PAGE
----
While their fifteen years of experience explain the on-stage swagger, it’s remarkable to witness the influence GusGus have in the Icelandic club scene.
GusGus recently released a kind-of manifesto where they urged for concerts in Iceland to start earlier. This decision was partly so the concerts would cut less into the clublife and partly to allow the older section of the Icelandic music scenes to be done at a reasonable hour so they can get home to free the babysitter. But despite starting at the ungodly hour (for Iceland) of 10 PM, the house was filled to the rafters with party hungry fans. If anyone can usher in a change to the Icelandic concert landscape, it would be GusGus.
The show was infused with the usual potpourri of sportswear cologne and hipster BO. GusGus attracts a bizarrely diverse fanbase on an average night. But while the downtown rats were in attendance and there was a good twenty-year age spread, the 20–25 year old suburban fist-pumpers dominated the scene. I had to navigate the crowd carefully to avoid stray kids, who blinded by their ray bans in a darkened club, danced like broken homing missiles (although I started thinking they may have been on to something once the flood lights started lasering through my retinas).
GusGus sauntered on to the stage as the usual happy shambles of questionable fashion choices—their three singers being leaner, hairier and decisively more bondage-friendly this time around. Urður was imposing and glorious as always, and looked, in her see-through dress and garters, like she was there to accept the award for ‘queen of all fag hags’ (which I’d award her if it wasn’t for our recent Eurovision entry Hera Björk). Högni came on in a flowing overcoat and a mohawk stovepipe hat, midway through popping his shirt off to reveal a matching mesh shirt and bondage straps. Daníel swam around in a scarf like a drama major in a K-hole.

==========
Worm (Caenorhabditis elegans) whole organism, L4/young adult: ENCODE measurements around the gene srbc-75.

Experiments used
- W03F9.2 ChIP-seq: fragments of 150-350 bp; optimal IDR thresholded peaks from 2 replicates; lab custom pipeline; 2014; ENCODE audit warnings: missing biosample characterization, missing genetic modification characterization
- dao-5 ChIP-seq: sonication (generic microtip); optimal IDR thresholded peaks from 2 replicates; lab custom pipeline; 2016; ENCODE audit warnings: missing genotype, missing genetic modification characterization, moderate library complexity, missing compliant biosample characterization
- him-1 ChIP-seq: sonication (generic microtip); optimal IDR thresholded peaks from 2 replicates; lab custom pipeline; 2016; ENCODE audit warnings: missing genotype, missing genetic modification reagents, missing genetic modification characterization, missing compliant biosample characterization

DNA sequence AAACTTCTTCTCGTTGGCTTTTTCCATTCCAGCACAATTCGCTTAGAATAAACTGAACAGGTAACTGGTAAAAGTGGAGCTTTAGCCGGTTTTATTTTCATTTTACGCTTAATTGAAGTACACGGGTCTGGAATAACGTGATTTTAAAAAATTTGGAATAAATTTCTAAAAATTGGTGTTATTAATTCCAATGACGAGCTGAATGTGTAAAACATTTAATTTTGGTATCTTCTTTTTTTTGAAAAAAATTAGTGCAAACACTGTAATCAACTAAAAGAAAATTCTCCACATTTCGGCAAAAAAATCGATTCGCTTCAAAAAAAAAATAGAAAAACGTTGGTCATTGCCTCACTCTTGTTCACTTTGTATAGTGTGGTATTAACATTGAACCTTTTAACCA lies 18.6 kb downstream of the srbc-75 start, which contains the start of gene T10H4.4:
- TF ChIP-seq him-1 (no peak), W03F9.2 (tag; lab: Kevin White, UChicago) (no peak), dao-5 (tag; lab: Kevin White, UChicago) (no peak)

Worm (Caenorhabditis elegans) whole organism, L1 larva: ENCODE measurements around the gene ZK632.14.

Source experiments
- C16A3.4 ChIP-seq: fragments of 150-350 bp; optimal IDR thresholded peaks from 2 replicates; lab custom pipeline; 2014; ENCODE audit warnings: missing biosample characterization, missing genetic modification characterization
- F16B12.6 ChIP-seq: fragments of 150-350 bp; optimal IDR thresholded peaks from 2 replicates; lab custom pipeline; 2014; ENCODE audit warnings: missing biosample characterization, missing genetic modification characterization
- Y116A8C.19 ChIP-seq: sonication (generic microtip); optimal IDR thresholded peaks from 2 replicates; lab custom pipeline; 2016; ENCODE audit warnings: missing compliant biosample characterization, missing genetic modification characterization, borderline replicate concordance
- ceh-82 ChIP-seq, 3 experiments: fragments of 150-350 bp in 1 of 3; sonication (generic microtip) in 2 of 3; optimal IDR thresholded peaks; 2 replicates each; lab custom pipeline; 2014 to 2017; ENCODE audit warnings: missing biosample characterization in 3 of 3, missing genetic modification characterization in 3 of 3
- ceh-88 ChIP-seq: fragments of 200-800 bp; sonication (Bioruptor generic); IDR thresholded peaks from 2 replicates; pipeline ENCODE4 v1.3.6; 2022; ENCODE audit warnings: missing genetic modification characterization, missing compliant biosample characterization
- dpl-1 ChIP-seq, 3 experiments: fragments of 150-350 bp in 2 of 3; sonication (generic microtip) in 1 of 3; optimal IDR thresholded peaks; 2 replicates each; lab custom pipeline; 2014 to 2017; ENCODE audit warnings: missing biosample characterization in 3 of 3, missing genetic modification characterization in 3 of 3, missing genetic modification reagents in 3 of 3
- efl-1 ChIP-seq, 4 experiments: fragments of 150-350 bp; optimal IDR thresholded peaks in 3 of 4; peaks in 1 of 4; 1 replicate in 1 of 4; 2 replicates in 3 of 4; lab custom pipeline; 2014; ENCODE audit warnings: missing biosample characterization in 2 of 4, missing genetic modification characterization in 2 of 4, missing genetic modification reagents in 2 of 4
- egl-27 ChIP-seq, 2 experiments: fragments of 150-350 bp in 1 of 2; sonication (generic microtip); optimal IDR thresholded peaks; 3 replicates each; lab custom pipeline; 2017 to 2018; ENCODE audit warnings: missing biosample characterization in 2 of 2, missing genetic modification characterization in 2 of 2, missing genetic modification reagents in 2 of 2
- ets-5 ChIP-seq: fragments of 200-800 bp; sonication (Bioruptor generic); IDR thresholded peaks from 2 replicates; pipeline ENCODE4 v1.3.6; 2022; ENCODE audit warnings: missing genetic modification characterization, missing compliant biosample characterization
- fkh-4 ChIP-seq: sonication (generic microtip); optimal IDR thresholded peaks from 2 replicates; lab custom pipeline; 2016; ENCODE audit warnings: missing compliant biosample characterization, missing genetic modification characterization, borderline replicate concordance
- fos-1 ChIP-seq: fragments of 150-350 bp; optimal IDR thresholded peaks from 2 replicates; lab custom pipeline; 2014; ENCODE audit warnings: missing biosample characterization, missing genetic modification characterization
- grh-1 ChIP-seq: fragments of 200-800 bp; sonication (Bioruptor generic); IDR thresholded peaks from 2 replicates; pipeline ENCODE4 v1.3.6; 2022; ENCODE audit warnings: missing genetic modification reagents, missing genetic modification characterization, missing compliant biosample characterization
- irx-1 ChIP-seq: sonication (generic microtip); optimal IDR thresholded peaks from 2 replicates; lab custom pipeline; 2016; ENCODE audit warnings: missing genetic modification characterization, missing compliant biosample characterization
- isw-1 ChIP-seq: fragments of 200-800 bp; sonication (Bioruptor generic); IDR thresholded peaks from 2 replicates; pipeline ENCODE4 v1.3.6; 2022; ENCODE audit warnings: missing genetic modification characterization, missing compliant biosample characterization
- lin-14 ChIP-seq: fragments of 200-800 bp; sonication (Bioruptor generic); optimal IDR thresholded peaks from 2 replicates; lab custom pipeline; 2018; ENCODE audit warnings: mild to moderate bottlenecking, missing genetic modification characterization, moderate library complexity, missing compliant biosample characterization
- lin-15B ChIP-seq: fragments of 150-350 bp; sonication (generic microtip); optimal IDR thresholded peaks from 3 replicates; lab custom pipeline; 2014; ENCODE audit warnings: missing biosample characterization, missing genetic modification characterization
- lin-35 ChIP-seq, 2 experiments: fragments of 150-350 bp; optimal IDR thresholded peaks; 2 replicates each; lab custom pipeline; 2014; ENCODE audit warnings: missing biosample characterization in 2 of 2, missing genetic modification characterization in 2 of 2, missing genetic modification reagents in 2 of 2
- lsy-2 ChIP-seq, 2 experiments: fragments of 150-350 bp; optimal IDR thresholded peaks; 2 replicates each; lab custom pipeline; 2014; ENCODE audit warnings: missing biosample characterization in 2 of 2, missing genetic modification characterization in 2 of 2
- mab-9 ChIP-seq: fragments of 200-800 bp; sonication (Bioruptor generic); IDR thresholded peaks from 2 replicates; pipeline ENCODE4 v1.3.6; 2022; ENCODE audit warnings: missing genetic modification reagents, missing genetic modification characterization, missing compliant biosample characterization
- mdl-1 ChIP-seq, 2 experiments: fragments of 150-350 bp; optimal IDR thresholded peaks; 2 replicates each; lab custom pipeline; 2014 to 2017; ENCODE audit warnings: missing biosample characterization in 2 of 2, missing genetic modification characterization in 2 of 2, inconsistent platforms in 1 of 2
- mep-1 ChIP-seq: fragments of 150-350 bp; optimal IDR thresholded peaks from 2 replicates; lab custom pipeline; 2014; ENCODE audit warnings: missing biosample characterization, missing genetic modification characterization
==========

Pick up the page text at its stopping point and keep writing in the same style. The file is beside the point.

I was a little worried that Urður’s singing wouldn’t translate to the stage, as I’ve seen some recent live footage that wasn’t too promising. But aside from her mic level being set too low, she hit the notes and sang from her heart, gut and other organs. So this must have been down to poor quality of the YouTube footage I saw. And there’s no point in talking about Högni or Daníel Ágúst—they’re among the best pop singers we have in Iceland.
I do miss seeing the core of the band, the producers Biggi Veira and Stephan Stephensen hidden being a stack of old synths like in the old days, but an electronic band needs less equipment these days, and the leaner approach is par for the course.
I will say that there are only four bands in Iceland that have mastered the art of drama in popular music. Only four bands that have properly gotten to grips with the swells, the tension, the calmando and crescendo. They are Sigur Rós, HAM, Páll Óskar and GusGus. Each from a different genre, each with their own way of approaching it, but all know how to whip up a squall of heroic melodrama in the teenage heart.
GusGus are professionals at the top of their game. Simple as that. It may not be everyone’s cup of tea, but if you have even the mildest appreciation for electronic music you should be able to appreciate the dynamics of their live performances.
On a side note, I thought of something while listening to ‘Deep Inside.’ Can I please put in an order for a thrash metal cover of this song? On the off chance that there are any metalheads reading this, would you pretty please make this happen? Stand in the way of my Slayertronica no longer. I need to hear this.
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